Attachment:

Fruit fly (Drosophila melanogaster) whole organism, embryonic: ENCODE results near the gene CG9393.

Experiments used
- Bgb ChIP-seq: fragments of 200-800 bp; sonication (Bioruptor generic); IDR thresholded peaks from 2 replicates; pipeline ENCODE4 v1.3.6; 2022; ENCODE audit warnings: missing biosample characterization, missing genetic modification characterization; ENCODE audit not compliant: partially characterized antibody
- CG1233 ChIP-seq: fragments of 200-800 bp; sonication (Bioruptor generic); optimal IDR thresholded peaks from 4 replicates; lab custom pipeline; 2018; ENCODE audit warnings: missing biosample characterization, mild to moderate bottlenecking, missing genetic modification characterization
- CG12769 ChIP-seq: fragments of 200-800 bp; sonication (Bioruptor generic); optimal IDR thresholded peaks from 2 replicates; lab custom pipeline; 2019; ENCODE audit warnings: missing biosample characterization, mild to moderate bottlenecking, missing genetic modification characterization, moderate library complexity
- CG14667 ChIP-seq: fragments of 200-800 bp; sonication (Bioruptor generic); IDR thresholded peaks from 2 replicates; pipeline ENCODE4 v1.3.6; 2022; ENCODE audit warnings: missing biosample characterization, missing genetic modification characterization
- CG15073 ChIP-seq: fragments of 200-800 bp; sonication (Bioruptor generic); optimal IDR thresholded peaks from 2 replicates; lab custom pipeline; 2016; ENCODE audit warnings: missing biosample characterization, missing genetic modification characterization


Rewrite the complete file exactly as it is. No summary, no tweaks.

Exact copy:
Fruit fly (Drosophila melanogaster) whole organism, embryonic: ENCODE results near the gene CG9393.

Experiments used
- Bgb ChIP-seq: fragments of 200-800 bp; sonication (Bioruptor generic); IDR thresholded peaks from 2 replicates; pipeline ENCODE4 v1.3.6; 2022; ENCODE audit warnings: missing biosample characterization, missing genetic modification characterization; ENCODE audit not compliant: partially characterized antibody
- CG1233 ChIP-seq: fragments of 200-800 bp; sonication (Bioruptor generic); optimal IDR thresholded peaks from 4 replicates; lab custom pipeline; 2018; ENCODE audit warnings: missing biosample characterization, mild to moderate bottlenecking, missing genetic modification characterization
- CG12769 ChIP-seq: fragments of 200-800 bp; sonication (Bioruptor generic); optimal IDR thresholded peaks from 2 replicates; lab custom pipeline; 2019; ENCODE audit warnings: missing biosample characterization, mild to moderate bottlenecking, missing genetic modification characterization, moderate library complexity
- CG14667 ChIP-seq: fragments of 200-800 bp; sonication (Bioruptor generic); IDR thresholded peaks from 2 replicates; pipeline ENCODE4 v1.3.6; 2022; ENCODE audit warnings: missing biosample characterization, missing genetic modification characterization
- CG15073 ChIP-seq: fragments of 200-800 bp; sonication (Bioruptor generic); optimal IDR thresholded peaks from 2 replicates; lab custom pipeline; 2016; ENCODE audit warnings: missing biosample characterization, missing genetic modification characterization